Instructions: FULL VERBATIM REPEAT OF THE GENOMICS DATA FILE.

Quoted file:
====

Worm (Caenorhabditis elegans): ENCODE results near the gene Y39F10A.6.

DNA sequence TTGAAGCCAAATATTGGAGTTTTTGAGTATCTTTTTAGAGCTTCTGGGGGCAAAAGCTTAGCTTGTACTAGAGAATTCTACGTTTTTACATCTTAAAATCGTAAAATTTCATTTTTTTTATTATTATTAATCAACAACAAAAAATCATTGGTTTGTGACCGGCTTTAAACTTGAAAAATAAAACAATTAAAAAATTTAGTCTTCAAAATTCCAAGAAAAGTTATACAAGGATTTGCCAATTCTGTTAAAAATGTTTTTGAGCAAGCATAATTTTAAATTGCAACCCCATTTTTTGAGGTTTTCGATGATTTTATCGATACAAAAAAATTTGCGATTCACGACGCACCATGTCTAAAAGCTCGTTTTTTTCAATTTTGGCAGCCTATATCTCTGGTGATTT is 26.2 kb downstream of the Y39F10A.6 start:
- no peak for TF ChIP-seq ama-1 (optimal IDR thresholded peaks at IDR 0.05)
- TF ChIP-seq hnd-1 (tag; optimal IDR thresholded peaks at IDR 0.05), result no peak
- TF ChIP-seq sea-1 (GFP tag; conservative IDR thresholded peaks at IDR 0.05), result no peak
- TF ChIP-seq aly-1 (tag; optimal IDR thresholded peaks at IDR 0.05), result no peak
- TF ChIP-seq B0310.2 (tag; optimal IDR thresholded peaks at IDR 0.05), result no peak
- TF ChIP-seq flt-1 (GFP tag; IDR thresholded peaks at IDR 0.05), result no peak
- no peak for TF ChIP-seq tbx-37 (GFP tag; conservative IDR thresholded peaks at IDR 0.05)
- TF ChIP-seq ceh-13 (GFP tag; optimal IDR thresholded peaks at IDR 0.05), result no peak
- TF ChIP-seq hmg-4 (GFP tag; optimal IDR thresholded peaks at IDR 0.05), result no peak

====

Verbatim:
Worm (Caenorhabditis elegans): ENCODE results near the gene Y39F10A.6.

DNA sequence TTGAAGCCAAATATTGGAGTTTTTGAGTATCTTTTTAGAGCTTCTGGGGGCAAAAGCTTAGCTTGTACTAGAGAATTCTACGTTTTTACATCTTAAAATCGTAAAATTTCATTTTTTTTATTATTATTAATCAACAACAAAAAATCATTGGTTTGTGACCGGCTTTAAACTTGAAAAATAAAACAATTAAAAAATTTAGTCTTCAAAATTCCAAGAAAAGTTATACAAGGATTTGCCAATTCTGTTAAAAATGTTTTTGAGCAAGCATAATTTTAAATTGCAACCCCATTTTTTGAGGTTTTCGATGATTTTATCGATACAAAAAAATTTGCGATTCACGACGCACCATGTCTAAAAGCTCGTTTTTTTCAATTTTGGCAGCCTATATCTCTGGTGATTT is 26.2 kb downstream of the Y39F10A.6 start:
- no peak for TF ChIP-seq ama-1 (optimal IDR thresholded peaks at IDR 0.05)
- TF ChIP-seq hnd-1 (tag; optimal IDR thresholded peaks at IDR 0.05), result no peak
- TF ChIP-seq sea-1 (GFP tag; conservative IDR thresholded peaks at IDR 0.05), result no peak
- TF ChIP-seq aly-1 (tag; optimal IDR thresholded peaks at IDR 0.05), result no peak
- TF ChIP-seq B0310.2 (tag; optimal IDR thresholded peaks at IDR 0.05), result no peak
- TF ChIP-seq flt-1 (GFP tag; IDR thresholded peaks at IDR 0.05), result no peak
- no peak for TF ChIP-seq tbx-37 (GFP tag; conservative IDR thresholded peaks at IDR 0.05)
- TF ChIP-seq ceh-13 (GFP tag; optimal IDR thresholded peaks at IDR 0.05), result no peak
- TF ChIP-seq hmg-4 (GFP tag; optimal IDR thresholded peaks at IDR 0.05), result no peak